When the case White v White was decided by the House of Lords many academics and legal commentators saw this as marking a revolutionary change in the law relating to matrimonial property and financial provision upon divorce. In light of the subsequent developments can this case…
critically evaluate the impact of the decision by the House of Lords in White v White1 in relation to division of assets and financial provisions on divorce. In particular, this paper critically reviews the White decision and considers the extent to which the decision has actually culminated in a revolutionary change in the law relating to matrimonial property and financial provision on divorce. Moreover, I shall comparatively analyse the UK legal position with the approach in other jurisdictions where appropriate.
From a family law perspective, the issue of rights to the family home have continued to be problematic and decisions in ancillary relief proceedings were addressed by the House of Lords’ decision in White v White2. This decision changed the approach to assessing financial settlements on divorce and introduced the “yardstick of equality” principle as a means to ensure fairness in the division of assets between divorcing couples. Whilst heralded as a welcome decision in introducing some much needed clarity to the division of assets on divorce3, it has been argued that such an approach is inherently dogmatic in failing to specifically address the division of rights to the family home particularly where children are involved4.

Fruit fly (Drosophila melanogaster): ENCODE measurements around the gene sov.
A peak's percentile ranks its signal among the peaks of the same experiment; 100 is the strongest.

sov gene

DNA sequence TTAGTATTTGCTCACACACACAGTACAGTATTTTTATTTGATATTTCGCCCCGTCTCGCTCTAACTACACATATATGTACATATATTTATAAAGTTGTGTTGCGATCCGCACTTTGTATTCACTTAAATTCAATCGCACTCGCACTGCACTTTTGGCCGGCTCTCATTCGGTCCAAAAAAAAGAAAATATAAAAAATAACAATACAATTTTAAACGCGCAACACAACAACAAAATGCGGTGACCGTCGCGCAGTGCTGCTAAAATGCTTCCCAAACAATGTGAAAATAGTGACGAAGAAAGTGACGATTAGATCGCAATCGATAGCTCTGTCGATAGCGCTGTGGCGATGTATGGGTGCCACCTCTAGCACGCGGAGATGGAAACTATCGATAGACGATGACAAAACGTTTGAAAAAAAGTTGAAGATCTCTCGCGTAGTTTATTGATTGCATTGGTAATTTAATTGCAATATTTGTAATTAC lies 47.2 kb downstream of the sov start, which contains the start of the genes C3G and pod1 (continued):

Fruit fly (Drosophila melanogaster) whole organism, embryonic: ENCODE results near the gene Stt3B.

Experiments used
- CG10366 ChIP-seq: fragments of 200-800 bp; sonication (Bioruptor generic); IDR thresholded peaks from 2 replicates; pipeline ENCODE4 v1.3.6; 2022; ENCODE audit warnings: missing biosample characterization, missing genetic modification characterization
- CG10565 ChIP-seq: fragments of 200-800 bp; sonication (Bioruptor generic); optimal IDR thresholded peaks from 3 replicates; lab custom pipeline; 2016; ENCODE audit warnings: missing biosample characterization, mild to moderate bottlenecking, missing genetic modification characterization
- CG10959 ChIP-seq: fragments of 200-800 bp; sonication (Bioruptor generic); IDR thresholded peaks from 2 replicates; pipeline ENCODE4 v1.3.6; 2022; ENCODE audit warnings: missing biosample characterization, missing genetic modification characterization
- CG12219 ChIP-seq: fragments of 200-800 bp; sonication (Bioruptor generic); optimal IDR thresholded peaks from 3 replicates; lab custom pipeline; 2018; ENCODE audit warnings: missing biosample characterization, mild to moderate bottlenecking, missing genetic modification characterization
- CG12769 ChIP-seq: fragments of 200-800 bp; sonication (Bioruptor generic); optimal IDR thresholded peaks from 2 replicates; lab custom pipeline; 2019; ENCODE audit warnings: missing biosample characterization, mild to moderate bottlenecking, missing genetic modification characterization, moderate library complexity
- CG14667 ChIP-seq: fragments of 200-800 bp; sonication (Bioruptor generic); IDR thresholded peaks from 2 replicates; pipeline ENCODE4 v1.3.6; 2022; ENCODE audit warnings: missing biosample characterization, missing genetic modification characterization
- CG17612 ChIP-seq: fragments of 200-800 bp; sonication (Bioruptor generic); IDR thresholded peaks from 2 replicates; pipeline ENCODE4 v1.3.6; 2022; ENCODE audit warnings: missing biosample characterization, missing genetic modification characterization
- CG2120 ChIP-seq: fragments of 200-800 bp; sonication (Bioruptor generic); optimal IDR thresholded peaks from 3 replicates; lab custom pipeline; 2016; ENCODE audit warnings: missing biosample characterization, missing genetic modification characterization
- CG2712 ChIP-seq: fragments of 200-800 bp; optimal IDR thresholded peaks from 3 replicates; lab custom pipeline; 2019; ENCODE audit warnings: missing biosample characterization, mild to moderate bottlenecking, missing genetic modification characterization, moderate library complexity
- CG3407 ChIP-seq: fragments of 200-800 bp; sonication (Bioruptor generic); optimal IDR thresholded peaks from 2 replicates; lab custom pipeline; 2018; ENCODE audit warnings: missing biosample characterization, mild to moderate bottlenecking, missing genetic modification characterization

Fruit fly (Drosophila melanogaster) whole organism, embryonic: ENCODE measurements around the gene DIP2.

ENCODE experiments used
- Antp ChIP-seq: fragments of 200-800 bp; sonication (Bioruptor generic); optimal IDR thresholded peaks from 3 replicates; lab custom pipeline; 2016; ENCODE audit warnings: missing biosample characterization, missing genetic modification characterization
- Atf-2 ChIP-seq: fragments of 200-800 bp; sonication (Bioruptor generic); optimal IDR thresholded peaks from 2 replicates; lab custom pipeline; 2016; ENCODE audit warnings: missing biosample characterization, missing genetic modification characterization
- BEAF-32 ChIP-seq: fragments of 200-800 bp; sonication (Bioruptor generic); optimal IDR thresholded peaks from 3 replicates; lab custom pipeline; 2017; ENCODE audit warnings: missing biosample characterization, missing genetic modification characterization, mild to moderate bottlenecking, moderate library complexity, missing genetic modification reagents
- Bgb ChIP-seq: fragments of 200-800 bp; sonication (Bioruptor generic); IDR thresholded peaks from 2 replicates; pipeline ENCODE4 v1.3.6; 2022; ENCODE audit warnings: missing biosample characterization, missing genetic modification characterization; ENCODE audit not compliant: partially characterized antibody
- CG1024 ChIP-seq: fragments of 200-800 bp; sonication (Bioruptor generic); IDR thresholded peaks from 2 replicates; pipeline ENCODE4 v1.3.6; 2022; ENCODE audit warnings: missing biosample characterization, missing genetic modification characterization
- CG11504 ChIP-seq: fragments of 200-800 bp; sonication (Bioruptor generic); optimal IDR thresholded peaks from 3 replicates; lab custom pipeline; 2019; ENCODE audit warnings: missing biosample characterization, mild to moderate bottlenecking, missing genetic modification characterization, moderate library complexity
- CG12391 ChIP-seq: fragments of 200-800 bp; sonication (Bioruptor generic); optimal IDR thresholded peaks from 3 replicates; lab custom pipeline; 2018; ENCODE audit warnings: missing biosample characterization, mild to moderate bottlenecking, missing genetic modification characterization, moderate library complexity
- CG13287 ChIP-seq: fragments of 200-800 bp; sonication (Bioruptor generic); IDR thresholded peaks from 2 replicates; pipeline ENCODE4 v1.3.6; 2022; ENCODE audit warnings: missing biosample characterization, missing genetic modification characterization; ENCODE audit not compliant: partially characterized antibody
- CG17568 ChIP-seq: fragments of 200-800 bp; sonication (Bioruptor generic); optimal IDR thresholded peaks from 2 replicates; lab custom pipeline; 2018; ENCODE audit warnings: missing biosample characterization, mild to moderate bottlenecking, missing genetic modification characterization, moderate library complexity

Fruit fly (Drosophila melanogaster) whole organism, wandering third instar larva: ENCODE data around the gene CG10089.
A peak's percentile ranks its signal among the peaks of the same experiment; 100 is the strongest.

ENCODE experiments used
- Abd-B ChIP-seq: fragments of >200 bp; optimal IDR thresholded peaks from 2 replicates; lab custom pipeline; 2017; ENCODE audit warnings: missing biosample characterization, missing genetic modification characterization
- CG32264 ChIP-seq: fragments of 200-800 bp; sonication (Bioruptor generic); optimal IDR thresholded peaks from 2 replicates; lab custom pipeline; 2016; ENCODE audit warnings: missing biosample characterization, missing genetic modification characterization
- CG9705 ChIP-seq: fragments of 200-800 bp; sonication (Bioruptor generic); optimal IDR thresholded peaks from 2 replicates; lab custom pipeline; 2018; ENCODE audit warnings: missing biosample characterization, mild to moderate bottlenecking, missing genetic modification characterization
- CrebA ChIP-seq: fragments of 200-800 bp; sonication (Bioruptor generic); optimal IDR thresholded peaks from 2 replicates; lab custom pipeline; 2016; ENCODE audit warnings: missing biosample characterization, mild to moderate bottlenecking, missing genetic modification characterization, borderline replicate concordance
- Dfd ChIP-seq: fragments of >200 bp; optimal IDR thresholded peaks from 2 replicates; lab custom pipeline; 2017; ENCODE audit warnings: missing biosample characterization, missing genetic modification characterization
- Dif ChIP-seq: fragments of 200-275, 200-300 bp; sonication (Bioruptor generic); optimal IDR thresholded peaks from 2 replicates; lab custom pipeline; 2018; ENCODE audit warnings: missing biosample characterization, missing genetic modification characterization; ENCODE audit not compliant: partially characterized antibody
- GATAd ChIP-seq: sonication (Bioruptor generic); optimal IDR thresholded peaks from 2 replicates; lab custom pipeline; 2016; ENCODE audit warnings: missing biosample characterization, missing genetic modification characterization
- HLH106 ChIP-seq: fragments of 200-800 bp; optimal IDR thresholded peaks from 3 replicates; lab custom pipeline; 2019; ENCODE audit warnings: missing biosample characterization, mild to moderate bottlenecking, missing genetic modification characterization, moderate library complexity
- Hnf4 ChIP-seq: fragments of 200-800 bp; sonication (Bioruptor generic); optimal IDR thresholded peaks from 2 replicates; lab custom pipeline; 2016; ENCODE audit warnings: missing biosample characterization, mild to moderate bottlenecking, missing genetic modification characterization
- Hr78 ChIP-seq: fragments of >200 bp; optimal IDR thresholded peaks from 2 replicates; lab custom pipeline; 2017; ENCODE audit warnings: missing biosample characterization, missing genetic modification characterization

Although the reasoning in White v White specified that there was no presumption of equality on divorce, if the court intended to depart drastically from an equal splitting of assets they should have satisfactory justification for doing so. Furthermore, the governing legislative provision in this area of law is the Matrimonial Causes Act 1973 (MCA) and section 25 of the MCA provides the court with a very wide discretion of factors to take into account on division of assets, with the welfare of a child being paramount5.
As such, it is submitted that the overriding statutory requirement to consider the interests of the child inherently limits the application of White v White to cases where children are not involved as the ...
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